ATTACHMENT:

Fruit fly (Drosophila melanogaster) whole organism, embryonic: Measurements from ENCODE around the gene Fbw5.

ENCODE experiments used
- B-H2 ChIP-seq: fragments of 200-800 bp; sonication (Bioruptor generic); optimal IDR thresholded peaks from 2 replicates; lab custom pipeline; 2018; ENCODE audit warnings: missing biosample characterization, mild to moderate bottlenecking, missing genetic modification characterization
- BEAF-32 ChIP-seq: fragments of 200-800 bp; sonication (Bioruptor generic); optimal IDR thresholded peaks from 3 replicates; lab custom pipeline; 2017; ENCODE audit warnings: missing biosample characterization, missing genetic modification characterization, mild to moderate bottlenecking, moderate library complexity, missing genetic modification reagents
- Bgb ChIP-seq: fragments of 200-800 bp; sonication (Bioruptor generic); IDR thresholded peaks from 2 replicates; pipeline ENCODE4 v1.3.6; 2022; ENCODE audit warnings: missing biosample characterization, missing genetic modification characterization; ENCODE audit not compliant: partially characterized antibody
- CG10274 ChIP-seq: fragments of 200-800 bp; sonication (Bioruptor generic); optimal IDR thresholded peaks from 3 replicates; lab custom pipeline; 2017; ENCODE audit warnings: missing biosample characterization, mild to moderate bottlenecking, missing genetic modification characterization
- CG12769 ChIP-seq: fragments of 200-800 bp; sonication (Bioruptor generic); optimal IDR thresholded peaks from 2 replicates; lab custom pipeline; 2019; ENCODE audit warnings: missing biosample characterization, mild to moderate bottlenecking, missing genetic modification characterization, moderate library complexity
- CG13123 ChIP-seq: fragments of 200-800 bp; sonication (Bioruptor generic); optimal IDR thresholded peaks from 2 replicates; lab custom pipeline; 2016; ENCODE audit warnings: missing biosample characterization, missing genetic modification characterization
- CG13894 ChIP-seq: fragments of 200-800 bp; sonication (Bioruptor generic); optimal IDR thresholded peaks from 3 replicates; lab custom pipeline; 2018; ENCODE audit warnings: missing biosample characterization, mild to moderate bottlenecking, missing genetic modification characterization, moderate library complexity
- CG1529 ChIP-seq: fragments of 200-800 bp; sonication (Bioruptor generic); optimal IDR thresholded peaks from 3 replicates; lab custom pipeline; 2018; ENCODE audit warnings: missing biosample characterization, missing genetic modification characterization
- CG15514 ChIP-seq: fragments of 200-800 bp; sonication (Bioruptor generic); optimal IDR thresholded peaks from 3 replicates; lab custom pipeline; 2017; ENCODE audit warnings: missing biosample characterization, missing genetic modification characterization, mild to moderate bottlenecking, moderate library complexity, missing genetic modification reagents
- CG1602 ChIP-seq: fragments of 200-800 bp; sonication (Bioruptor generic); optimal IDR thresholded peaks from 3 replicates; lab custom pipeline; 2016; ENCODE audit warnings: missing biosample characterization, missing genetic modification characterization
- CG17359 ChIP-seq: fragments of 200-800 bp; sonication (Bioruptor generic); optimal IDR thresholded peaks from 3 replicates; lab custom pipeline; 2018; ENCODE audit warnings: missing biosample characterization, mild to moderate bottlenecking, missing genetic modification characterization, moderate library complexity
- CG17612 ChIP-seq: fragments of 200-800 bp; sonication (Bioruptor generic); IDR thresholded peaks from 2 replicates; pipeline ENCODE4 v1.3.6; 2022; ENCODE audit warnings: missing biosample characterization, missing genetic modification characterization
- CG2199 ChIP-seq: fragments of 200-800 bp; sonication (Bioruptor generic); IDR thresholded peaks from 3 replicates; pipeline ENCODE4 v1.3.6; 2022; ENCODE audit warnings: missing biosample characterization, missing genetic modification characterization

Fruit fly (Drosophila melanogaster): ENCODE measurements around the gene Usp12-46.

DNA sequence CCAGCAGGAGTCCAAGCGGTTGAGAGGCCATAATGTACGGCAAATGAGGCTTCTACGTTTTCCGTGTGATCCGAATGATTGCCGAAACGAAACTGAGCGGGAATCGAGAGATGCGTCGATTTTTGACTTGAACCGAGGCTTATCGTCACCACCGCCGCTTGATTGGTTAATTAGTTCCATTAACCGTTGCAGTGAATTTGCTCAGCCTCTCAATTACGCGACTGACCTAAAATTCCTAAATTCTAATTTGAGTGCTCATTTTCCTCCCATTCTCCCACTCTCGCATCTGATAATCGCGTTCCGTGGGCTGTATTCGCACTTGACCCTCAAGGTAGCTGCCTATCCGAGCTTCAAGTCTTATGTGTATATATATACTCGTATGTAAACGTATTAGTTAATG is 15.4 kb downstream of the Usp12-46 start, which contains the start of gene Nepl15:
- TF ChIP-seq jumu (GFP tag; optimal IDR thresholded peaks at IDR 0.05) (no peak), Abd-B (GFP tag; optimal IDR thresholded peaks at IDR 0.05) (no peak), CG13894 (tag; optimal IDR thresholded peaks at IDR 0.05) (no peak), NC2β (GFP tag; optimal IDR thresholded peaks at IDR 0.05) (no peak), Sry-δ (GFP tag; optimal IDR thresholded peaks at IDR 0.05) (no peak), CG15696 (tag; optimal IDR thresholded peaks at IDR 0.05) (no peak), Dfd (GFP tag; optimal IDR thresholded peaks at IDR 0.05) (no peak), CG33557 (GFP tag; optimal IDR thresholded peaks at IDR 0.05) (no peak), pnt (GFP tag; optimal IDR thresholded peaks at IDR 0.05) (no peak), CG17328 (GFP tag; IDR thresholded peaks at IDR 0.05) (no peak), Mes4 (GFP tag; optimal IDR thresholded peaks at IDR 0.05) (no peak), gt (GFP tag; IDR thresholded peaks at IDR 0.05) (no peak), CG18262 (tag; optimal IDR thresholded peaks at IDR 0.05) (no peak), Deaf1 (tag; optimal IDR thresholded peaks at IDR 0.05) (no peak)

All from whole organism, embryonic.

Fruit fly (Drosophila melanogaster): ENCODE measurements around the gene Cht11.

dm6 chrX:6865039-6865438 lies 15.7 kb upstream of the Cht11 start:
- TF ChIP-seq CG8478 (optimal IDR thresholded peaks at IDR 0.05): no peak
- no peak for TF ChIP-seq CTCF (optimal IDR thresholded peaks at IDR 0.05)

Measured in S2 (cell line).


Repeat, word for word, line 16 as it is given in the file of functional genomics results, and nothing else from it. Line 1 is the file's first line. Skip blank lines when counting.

Fruit fly (Drosophila melanogaster): ENCODE measurements around the gene Usp12-46.